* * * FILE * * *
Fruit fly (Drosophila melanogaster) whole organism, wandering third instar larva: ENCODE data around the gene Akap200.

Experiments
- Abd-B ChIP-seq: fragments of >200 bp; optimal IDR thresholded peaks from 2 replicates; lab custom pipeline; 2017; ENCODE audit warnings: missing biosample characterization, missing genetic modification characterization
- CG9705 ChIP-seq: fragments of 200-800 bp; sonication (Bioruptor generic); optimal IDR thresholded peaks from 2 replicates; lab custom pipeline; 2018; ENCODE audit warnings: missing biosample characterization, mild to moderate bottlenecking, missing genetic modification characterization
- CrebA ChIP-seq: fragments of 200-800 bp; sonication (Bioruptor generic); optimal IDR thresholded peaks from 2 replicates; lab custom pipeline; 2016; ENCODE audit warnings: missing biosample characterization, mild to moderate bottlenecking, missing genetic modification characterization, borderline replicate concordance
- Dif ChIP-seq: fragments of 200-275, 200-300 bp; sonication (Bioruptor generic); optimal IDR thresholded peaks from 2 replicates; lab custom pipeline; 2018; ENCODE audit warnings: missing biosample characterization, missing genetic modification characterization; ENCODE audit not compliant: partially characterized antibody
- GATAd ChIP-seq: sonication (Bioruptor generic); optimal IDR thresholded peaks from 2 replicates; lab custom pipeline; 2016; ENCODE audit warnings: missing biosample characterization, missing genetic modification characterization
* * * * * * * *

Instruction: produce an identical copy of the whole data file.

Fruit fly (Drosophila melanogaster) whole organism, wandering third instar larva: ENCODE data around the gene Akap200.

Experiments
- Abd-B ChIP-seq: fragments of >200 bp; optimal IDR thresholded peaks from 2 replicates; lab custom pipeline; 2017; ENCODE audit warnings: missing biosample characterization, missing genetic modification characterization
- CG9705 ChIP-seq: fragments of 200-800 bp; sonication (Bioruptor generic); optimal IDR thresholded peaks from 2 replicates; lab custom pipeline; 2018; ENCODE audit warnings: missing biosample characterization, mild to moderate bottlenecking, missing genetic modification characterization
- CrebA ChIP-seq: fragments of 200-800 bp; sonication (Bioruptor generic); optimal IDR thresholded peaks from 2 replicates; lab custom pipeline; 2016; ENCODE audit warnings: missing biosample characterization, mild to moderate bottlenecking, missing genetic modification characterization, borderline replicate concordance
- Dif ChIP-seq: fragments of 200-275, 200-300 bp; sonication (Bioruptor generic); optimal IDR thresholded peaks from 2 replicates; lab custom pipeline; 2018; ENCODE audit warnings: missing biosample characterization, missing genetic modification characterization; ENCODE audit not compliant: partially characterized antibody
- GATAd ChIP-seq: sonication (Bioruptor generic); optimal IDR thresholded peaks from 2 replicates; lab custom pipeline; 2016; ENCODE audit warnings: missing biosample characterization, missing genetic modification characterization